So, you’re right that a very large percentage of what we’ve traditionally sold was to quants, either through feeds or through other mechanisms. But we do sell a lot of data to — into performance systems, other systems. When clients are doing application development, they need a lot of content to do that. So, there are multiple workflows that we sell to. We also sell real-time feeds. It’s a smaller piece of what we do, but we do have a good offering there. And we’re currently looking at all of the different addressable market for us on the feed side. So, as we enter FY ’21, we’ve sort of taken a fresh look as CTS and where we were pointed. And we’re still going to do very well in quant, but we are ramping up the focus on some areas that we can sell feeds to that traditionally we hadn’t spent as much time focused on.

David Chu — Bank of America — Analyst

Great. That’s very helpful. Thank you.

Philip Snow — Chief Executive Officer

Sure.

Operator

Our next question comes from Ashish Sabadra with Deutsche Bank.

Ashish Sabadra — Deutsche Bank — Analyst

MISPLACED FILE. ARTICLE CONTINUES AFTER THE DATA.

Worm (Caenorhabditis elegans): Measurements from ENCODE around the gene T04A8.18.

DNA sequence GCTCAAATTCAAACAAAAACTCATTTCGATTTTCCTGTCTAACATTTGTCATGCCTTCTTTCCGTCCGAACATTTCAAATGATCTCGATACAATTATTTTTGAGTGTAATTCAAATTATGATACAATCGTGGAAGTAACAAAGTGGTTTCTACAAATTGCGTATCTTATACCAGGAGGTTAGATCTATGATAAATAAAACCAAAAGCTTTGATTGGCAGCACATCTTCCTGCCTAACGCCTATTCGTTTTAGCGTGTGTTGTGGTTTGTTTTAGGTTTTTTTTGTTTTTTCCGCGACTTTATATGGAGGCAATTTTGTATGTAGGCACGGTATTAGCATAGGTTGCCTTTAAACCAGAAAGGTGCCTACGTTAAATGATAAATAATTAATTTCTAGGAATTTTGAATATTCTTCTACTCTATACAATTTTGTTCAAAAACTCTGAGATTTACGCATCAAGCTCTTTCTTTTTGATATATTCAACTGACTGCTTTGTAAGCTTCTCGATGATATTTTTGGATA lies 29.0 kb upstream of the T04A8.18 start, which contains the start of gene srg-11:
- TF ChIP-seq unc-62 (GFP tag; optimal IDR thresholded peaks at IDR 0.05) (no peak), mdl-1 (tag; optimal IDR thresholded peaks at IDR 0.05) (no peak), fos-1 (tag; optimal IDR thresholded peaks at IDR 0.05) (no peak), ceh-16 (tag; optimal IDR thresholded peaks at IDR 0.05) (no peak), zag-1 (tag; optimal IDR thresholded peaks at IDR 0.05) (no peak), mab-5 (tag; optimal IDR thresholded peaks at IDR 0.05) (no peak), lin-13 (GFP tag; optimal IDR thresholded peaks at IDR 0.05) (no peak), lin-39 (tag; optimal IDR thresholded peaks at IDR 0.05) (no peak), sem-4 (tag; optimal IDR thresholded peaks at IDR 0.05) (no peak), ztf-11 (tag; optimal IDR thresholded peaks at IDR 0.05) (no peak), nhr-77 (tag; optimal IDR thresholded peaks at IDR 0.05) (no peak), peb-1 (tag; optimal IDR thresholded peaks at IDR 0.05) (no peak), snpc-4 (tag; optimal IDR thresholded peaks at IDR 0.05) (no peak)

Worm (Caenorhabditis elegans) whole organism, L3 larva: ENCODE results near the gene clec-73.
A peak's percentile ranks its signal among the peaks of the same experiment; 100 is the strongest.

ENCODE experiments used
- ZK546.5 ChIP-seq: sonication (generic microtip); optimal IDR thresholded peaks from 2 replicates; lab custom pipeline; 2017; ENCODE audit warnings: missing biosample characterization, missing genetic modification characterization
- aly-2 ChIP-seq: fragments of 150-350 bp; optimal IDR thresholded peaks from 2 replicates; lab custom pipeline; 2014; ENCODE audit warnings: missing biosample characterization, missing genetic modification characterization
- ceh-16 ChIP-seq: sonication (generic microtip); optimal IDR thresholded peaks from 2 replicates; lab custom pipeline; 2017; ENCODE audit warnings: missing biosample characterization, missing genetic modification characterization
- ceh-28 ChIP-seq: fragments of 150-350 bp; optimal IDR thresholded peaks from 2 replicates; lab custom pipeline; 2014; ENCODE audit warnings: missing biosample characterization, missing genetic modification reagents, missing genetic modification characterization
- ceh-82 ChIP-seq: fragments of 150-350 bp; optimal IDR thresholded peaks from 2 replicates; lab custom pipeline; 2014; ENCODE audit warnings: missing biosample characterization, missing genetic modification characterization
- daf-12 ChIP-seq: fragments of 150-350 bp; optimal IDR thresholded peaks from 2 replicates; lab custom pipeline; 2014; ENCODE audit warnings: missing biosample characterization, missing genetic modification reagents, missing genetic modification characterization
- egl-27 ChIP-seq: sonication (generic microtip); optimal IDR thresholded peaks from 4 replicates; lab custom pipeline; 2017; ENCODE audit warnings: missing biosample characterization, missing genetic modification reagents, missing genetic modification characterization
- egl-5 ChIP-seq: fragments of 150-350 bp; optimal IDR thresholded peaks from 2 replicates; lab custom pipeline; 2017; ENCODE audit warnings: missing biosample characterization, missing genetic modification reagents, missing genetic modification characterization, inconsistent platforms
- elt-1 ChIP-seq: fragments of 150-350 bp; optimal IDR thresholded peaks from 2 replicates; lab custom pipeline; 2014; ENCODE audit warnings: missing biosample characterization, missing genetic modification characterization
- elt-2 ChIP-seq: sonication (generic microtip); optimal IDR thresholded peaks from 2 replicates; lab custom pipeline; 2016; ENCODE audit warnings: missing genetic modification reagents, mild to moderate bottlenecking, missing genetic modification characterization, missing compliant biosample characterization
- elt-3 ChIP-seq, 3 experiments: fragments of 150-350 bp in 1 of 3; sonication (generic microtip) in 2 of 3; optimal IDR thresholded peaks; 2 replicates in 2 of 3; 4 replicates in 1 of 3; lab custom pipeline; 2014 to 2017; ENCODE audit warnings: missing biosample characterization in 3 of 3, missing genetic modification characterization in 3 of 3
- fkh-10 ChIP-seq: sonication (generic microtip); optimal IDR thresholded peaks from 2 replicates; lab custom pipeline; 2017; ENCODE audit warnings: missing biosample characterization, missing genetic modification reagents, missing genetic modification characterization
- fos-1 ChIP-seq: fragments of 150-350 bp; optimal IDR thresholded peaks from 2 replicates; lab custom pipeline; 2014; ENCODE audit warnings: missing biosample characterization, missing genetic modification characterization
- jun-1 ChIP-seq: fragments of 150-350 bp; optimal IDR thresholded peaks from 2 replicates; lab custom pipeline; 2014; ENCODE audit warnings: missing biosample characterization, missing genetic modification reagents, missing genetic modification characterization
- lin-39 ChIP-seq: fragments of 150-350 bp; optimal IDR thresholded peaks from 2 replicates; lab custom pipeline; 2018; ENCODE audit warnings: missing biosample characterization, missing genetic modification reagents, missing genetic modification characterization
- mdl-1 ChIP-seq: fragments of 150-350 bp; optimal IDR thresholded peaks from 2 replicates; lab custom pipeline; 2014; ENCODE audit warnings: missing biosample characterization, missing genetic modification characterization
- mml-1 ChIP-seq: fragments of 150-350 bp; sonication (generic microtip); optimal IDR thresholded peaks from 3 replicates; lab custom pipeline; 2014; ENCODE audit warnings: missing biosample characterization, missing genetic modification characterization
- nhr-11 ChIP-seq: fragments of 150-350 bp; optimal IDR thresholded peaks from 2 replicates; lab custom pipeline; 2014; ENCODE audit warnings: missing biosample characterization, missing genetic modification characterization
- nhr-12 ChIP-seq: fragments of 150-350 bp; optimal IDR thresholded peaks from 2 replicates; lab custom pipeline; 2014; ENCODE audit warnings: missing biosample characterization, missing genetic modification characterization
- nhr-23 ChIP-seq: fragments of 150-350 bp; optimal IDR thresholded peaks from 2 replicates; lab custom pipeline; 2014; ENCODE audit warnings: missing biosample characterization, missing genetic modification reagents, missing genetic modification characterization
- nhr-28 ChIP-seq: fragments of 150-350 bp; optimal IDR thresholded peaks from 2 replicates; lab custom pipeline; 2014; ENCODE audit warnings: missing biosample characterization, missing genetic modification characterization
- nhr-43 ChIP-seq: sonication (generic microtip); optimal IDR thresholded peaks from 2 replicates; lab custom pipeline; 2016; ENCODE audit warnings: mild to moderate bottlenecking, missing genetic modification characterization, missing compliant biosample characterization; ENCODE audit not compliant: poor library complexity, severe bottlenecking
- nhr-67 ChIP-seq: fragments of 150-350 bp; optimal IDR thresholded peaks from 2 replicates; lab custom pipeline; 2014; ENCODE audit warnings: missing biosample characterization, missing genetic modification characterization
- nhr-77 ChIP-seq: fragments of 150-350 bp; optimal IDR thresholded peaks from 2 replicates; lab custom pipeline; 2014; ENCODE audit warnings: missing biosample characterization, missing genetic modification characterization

Thanks for taking question. Maybe just a question on the M&A pipeline, how are you thinking about any acquisition opportunity? It’s been a few years since we’ve really seen any acquisition per se. Thanks.

Philip Snow — Chief Executive Officer

Do you want to take that one, Helen?

Helen Shan — Chief Financial Officer

Sure, happy to do that. Thanks for your question. So, we — as you can tell from our solid liquidity and balance sheet, we have the capacity to do so. And we’ve initially chosen to continue to invest in organic as a way of building our growth. But we continue to analyze acquisitions that support our strategy in content and technologies and the ones that have the adequate returns that exceed our hurdle rates. As you can guess, the market is pretty frothy. And from the perspective of evaluation, we continue to look at that in every one of our decisions as we continue to look at many of the opportunities out there. We agree that having some inorganic growth will be very helpful to support our overall longer-term growth, but we are going to remain disciplined in making sure that we get those adequate returns. The positive here is that we have plenty of liquidity to be opportunistic, and we’ll continue to look to do so.

Ashish Sabadra — Deutsche Bank — Analyst